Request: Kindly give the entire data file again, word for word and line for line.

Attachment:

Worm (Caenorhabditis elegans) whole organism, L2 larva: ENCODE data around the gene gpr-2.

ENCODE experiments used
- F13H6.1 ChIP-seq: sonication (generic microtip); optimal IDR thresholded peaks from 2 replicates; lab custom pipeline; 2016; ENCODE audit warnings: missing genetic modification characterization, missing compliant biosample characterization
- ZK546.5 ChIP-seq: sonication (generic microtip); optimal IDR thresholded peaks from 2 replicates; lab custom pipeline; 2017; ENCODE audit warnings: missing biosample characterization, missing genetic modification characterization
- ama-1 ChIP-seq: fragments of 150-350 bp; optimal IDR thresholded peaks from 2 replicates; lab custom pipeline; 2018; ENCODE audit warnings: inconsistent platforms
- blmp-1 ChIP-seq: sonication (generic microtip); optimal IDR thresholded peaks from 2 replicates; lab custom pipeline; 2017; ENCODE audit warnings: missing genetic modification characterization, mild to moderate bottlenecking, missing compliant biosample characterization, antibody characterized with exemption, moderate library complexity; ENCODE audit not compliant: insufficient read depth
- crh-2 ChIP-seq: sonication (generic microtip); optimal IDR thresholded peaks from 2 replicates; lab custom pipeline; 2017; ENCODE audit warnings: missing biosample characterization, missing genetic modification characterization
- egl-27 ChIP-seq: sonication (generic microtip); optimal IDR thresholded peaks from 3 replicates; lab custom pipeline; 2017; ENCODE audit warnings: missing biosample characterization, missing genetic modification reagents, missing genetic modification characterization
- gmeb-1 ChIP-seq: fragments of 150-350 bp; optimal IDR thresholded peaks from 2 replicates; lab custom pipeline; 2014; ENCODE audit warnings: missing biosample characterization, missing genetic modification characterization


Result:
Worm (Caenorhabditis elegans) whole organism, L2 larva: ENCODE data around the gene gpr-2.

ENCODE experiments used
- F13H6.1 ChIP-seq: sonication (generic microtip); optimal IDR thresholded peaks from 2 replicates; lab custom pipeline; 2016; ENCODE audit warnings: missing genetic modification characterization, missing compliant biosample characterization
- ZK546.5 ChIP-seq: sonication (generic microtip); optimal IDR thresholded peaks from 2 replicates; lab custom pipeline; 2017; ENCODE audit warnings: missing biosample characterization, missing genetic modification characterization
- ama-1 ChIP-seq: fragments of 150-350 bp; optimal IDR thresholded peaks from 2 replicates; lab custom pipeline; 2018; ENCODE audit warnings: inconsistent platforms
- blmp-1 ChIP-seq: sonication (generic microtip); optimal IDR thresholded peaks from 2 replicates; lab custom pipeline; 2017; ENCODE audit warnings: missing genetic modification characterization, mild to moderate bottlenecking, missing compliant biosample characterization, antibody characterized with exemption, moderate library complexity; ENCODE audit not compliant: insufficient read depth
- crh-2 ChIP-seq: sonication (generic microtip); optimal IDR thresholded peaks from 2 replicates; lab custom pipeline; 2017; ENCODE audit warnings: missing biosample characterization, missing genetic modification characterization
- egl-27 ChIP-seq: sonication (generic microtip); optimal IDR thresholded peaks from 3 replicates; lab custom pipeline; 2017; ENCODE audit warnings: missing biosample characterization, missing genetic modification reagents, missing genetic modification characterization
- gmeb-1 ChIP-seq: fragments of 150-350 bp; optimal IDR thresholded peaks from 2 replicates; lab custom pipeline; 2014; ENCODE audit warnings: missing biosample characterization, missing genetic modification characterization